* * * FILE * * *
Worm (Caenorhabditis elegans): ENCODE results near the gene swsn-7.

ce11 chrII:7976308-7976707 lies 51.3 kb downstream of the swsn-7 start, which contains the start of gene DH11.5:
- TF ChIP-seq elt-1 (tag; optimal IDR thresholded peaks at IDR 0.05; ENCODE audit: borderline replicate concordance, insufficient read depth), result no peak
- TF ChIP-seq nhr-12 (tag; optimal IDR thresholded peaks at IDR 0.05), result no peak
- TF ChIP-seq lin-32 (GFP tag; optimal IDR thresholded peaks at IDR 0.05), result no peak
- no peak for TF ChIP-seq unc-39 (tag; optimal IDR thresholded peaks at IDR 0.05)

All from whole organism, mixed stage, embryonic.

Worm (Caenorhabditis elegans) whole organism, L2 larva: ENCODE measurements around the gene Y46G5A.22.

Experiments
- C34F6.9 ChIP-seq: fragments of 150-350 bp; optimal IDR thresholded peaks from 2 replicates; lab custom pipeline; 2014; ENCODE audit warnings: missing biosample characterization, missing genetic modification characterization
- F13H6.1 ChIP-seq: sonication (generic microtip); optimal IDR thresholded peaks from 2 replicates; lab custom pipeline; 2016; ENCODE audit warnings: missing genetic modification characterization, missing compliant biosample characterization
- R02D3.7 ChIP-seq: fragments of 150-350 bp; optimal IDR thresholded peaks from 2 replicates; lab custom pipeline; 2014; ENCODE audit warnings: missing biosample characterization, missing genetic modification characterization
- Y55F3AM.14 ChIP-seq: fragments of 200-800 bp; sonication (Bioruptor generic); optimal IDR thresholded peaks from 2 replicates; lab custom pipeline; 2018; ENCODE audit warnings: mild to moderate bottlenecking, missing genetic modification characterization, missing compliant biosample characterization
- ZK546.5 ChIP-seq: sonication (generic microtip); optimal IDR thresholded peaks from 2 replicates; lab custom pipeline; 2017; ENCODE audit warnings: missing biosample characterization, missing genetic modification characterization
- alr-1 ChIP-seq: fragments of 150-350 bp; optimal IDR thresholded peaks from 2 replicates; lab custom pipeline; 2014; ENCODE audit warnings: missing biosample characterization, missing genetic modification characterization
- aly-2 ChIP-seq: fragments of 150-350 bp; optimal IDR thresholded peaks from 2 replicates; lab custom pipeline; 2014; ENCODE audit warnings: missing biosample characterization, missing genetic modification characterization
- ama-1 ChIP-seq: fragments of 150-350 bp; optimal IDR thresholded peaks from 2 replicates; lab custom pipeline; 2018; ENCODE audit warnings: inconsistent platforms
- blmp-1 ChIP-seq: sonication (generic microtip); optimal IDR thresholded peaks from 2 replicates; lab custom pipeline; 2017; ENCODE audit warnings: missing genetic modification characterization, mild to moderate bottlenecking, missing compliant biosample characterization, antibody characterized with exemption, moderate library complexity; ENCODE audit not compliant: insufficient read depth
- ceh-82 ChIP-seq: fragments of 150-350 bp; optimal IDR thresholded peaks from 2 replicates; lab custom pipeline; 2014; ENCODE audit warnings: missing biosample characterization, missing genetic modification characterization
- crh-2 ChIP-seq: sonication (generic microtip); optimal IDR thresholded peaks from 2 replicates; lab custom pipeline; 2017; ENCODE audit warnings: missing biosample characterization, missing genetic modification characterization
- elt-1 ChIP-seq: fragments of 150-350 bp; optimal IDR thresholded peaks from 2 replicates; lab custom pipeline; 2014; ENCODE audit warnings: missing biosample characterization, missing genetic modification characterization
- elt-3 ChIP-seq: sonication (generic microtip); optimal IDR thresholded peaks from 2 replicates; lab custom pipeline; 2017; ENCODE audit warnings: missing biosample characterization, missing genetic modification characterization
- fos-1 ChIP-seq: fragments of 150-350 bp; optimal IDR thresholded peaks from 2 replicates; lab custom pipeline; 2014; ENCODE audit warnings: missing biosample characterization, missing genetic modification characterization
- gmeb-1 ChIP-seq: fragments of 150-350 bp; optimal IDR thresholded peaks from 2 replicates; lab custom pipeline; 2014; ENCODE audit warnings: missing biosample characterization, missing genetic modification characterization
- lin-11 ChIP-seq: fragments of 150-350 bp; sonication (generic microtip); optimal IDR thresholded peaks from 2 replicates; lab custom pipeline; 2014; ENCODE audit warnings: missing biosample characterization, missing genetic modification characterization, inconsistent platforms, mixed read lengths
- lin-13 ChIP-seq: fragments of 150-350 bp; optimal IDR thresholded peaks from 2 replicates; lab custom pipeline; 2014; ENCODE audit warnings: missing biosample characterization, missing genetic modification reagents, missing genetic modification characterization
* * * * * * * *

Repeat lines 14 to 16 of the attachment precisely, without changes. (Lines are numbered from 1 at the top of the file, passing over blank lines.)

- ZK546.5 ChIP-seq: sonication (generic microtip); optimal IDR thresholded peaks from 2 replicates; lab custom pipeline; 2017; ENCODE audit warnings: missing biosample characterization, missing genetic modification characterization
- alr-1 ChIP-seq: fragments of 150-350 bp; optimal IDR thresholded peaks from 2 replicates; lab custom pipeline; 2014; ENCODE audit warnings: missing biosample characterization, missing genetic modification characterization
- aly-2 ChIP-seq: fragments of 150-350 bp; optimal IDR thresholded peaks from 2 replicates; lab custom pipeline; 2014; ENCODE audit warnings: missing biosample characterization, missing genetic modification characterization